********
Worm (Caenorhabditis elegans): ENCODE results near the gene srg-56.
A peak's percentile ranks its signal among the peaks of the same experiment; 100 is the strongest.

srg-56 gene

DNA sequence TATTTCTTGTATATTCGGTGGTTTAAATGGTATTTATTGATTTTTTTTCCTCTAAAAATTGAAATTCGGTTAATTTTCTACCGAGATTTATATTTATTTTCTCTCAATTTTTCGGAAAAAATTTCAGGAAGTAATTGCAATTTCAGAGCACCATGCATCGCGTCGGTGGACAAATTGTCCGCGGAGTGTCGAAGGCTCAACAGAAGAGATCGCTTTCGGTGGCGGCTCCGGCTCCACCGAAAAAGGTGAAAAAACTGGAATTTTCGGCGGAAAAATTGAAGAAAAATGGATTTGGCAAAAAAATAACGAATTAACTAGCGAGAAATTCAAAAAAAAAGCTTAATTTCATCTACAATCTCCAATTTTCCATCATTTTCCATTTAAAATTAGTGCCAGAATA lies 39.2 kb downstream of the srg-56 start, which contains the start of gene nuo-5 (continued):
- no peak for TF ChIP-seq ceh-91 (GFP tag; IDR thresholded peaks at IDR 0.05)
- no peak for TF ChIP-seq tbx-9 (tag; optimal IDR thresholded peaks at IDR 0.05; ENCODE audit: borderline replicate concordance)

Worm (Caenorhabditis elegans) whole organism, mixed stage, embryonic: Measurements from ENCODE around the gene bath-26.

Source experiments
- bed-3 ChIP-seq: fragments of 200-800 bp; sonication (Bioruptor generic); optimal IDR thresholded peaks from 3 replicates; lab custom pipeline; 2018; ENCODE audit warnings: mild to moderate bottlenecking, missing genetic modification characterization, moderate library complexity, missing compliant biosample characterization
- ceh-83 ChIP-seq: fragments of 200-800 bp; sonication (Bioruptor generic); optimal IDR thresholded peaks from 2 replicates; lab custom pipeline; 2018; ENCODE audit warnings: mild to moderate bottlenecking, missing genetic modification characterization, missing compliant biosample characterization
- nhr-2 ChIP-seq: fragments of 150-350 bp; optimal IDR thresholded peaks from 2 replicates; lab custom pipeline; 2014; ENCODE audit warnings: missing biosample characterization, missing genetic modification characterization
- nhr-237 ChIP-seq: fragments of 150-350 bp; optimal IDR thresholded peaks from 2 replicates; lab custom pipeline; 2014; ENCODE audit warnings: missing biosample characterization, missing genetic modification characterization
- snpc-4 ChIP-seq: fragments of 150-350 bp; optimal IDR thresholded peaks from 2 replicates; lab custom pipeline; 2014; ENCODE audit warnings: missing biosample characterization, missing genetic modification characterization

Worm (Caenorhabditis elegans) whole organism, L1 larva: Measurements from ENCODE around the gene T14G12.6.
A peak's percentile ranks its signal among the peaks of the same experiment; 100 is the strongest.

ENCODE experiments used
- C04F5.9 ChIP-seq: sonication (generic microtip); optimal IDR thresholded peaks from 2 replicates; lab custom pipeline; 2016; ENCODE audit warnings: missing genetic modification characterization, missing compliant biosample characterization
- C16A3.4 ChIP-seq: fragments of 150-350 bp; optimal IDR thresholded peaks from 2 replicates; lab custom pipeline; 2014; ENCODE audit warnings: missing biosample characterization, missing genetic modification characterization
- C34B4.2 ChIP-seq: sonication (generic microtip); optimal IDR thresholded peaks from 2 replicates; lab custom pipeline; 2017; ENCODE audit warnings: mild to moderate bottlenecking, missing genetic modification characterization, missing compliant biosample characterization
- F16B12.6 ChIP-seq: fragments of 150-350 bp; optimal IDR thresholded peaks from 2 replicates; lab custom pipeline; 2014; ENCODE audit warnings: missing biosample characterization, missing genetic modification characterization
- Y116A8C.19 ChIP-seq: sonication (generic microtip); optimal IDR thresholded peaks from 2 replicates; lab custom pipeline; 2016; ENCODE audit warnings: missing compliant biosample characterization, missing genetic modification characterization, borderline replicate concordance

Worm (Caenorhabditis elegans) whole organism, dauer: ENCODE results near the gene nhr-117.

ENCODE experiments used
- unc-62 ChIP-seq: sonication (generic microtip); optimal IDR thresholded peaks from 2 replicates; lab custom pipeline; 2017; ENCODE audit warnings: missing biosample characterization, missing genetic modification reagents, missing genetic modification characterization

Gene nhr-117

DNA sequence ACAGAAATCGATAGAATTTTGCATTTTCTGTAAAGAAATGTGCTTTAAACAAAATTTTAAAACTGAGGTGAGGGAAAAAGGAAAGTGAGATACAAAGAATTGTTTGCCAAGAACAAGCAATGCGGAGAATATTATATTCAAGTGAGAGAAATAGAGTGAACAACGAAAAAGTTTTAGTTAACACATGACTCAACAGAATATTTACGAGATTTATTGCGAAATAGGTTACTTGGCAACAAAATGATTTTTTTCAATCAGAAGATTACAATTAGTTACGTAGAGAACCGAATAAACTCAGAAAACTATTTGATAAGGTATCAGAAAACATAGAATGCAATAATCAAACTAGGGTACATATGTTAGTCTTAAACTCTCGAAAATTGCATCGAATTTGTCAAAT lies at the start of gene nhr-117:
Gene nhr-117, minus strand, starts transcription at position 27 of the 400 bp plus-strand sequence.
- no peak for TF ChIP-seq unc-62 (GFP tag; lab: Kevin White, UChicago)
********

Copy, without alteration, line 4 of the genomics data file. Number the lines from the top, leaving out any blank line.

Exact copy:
DNA sequence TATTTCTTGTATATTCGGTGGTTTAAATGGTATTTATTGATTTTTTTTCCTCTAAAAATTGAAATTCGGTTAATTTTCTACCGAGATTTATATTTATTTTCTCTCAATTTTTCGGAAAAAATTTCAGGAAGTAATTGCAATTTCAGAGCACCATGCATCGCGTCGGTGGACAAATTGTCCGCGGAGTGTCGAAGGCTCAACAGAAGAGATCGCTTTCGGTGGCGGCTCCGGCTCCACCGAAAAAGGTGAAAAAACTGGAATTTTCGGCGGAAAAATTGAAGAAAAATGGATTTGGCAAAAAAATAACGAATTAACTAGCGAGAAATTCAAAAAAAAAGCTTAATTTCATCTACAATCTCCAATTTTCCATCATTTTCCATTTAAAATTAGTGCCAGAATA lies 39.2 kb downstream of the srg-56 start, which contains the start of gene nuo-5 (continued):